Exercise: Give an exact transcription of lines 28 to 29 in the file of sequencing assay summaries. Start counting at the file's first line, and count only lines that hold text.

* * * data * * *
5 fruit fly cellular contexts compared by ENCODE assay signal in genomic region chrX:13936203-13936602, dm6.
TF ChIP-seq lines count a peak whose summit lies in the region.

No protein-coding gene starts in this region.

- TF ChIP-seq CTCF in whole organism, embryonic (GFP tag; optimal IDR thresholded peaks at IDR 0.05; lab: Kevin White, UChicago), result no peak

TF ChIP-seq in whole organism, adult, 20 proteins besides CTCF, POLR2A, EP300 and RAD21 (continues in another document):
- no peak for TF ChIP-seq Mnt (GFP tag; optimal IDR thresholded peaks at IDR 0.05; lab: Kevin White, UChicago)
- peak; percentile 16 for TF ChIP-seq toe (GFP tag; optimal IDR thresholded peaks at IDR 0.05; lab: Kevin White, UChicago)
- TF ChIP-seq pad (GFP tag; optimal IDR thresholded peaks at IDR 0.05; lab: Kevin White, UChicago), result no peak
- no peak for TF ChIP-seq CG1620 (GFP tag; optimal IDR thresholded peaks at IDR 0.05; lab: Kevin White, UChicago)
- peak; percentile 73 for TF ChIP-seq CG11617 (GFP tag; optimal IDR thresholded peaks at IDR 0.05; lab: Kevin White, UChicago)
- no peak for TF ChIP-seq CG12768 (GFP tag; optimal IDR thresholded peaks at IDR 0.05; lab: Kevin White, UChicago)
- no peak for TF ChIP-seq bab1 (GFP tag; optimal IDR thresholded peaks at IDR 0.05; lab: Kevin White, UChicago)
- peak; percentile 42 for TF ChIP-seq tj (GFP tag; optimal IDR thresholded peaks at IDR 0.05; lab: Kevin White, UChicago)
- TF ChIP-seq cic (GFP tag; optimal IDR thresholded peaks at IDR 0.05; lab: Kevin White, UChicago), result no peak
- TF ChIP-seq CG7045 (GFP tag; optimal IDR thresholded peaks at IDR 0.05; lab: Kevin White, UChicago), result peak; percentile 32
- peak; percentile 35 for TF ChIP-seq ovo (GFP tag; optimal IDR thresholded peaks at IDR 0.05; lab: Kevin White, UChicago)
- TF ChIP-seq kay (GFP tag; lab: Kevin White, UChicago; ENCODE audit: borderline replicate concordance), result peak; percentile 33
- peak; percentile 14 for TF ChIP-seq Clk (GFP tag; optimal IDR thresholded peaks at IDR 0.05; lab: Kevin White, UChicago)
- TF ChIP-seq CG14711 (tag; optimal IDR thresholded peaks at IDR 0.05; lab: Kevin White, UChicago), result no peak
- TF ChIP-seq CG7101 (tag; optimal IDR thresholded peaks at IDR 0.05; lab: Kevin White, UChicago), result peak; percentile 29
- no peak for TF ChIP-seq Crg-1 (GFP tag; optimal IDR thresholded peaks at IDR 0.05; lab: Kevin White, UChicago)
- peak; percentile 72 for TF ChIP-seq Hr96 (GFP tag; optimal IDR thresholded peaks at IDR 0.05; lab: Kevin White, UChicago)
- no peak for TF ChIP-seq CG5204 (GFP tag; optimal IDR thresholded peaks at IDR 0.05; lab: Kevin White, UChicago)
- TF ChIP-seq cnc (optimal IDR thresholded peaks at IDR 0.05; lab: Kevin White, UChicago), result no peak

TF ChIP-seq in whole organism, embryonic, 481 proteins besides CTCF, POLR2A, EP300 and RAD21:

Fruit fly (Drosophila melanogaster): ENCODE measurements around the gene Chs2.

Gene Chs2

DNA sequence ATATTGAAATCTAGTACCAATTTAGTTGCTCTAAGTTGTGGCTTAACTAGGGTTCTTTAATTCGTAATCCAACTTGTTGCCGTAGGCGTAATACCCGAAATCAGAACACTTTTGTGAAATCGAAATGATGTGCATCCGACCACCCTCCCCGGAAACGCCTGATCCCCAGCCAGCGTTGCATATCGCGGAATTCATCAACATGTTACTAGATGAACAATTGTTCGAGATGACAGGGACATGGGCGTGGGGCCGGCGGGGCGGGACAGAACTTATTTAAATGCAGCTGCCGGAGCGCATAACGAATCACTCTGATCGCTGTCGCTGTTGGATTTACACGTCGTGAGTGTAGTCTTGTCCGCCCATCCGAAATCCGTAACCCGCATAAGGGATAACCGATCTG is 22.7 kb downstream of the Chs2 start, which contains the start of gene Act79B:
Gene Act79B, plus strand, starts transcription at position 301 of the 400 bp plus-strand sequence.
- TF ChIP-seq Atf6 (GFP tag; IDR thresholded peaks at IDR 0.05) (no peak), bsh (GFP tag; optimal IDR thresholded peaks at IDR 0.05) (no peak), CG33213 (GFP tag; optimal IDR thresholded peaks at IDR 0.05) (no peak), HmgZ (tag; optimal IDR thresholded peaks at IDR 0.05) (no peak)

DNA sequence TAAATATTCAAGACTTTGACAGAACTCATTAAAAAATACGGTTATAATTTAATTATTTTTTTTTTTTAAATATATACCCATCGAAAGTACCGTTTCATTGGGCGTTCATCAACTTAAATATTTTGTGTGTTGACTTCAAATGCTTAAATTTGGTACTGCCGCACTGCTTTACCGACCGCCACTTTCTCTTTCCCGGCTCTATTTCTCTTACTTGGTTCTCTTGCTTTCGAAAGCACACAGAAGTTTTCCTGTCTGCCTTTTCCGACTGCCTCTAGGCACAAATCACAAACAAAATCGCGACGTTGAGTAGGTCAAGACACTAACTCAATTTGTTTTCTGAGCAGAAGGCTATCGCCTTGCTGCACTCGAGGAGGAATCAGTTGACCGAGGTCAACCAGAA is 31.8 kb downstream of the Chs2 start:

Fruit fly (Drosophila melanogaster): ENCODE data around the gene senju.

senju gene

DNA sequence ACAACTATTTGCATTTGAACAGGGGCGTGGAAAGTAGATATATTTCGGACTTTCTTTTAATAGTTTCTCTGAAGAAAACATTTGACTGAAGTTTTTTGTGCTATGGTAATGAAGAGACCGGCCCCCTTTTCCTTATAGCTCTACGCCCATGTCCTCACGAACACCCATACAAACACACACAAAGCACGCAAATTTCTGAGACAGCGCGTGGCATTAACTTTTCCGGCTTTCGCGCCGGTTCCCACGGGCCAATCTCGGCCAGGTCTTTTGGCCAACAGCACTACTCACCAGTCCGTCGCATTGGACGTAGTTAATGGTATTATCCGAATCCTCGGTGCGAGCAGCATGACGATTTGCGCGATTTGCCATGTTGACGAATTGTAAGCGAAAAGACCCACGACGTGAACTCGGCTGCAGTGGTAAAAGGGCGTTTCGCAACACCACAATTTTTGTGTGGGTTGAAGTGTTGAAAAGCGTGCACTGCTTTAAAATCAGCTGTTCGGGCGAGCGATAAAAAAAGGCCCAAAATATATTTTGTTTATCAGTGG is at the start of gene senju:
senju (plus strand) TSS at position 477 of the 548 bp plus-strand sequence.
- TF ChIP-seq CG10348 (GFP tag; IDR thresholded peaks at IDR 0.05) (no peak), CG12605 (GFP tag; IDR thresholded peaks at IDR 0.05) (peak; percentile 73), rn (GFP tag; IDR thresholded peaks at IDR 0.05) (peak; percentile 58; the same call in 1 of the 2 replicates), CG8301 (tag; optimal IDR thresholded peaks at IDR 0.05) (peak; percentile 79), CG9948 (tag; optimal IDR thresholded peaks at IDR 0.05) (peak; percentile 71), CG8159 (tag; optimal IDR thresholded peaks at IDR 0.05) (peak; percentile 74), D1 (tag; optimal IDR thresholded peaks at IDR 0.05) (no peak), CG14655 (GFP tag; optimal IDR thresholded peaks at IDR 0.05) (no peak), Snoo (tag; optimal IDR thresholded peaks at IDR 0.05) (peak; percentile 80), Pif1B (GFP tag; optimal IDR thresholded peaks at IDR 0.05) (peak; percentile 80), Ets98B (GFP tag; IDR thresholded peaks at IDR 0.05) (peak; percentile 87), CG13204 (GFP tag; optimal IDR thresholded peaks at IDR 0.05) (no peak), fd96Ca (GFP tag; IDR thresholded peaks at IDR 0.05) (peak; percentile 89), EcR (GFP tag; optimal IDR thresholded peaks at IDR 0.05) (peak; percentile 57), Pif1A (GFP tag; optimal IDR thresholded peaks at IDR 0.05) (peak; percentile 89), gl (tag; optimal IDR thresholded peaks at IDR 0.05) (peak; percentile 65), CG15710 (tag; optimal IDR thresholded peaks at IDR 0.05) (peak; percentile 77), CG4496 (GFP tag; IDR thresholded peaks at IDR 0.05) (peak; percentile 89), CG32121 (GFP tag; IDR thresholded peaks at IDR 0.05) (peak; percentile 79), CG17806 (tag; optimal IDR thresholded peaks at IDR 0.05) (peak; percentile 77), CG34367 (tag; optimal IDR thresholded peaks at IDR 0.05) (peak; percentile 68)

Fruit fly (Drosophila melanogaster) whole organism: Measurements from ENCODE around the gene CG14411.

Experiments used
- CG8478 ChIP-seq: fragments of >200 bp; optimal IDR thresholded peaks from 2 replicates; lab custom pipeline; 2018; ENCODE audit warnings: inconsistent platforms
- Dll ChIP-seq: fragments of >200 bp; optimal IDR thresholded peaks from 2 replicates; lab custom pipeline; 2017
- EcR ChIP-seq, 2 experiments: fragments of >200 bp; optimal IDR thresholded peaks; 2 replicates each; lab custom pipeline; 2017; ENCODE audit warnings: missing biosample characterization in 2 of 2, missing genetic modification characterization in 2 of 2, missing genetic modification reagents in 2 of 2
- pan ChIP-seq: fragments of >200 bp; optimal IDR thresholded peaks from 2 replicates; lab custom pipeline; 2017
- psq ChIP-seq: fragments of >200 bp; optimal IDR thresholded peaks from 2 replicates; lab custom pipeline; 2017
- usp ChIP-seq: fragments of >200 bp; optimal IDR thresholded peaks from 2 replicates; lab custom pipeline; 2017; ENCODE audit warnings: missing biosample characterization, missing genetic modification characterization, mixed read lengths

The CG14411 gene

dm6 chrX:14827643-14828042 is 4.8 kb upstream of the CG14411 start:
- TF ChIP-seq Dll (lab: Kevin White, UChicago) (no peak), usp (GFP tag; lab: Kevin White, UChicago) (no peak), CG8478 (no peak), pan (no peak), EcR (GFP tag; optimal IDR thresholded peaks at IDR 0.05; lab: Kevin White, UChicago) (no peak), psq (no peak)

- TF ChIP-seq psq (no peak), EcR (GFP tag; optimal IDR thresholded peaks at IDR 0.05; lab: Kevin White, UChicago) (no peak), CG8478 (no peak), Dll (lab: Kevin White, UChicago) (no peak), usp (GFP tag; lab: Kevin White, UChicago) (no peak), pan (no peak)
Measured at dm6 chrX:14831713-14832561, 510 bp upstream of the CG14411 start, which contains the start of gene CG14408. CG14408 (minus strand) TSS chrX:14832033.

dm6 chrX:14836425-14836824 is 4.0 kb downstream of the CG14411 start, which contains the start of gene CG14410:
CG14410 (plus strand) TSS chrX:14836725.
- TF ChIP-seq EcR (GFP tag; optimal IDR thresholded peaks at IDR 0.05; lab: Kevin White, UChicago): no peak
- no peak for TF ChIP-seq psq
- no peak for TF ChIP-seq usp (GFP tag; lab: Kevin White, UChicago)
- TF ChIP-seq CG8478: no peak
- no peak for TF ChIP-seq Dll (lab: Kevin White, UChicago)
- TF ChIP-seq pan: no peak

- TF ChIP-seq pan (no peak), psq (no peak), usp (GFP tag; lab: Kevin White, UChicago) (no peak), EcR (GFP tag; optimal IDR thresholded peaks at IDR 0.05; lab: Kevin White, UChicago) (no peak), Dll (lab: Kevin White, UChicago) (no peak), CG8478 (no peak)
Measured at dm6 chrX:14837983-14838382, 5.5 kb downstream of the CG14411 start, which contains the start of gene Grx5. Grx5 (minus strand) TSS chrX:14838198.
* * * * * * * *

DNA sequence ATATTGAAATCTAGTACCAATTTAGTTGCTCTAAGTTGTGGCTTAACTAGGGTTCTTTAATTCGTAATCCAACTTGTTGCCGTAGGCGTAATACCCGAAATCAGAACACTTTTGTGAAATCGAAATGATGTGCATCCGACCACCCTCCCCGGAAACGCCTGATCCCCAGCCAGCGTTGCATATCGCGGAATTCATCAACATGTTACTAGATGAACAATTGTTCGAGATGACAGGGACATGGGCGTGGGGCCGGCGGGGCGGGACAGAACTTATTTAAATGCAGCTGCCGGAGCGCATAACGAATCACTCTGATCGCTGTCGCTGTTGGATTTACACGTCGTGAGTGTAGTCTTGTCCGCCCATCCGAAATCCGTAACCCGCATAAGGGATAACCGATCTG is 22.7 kb downstream of the Chs2 start, which contains the start of gene Act79B:
Gene Act79B, plus strand, starts transcription at position 301 of the 400 bp plus-strand sequence.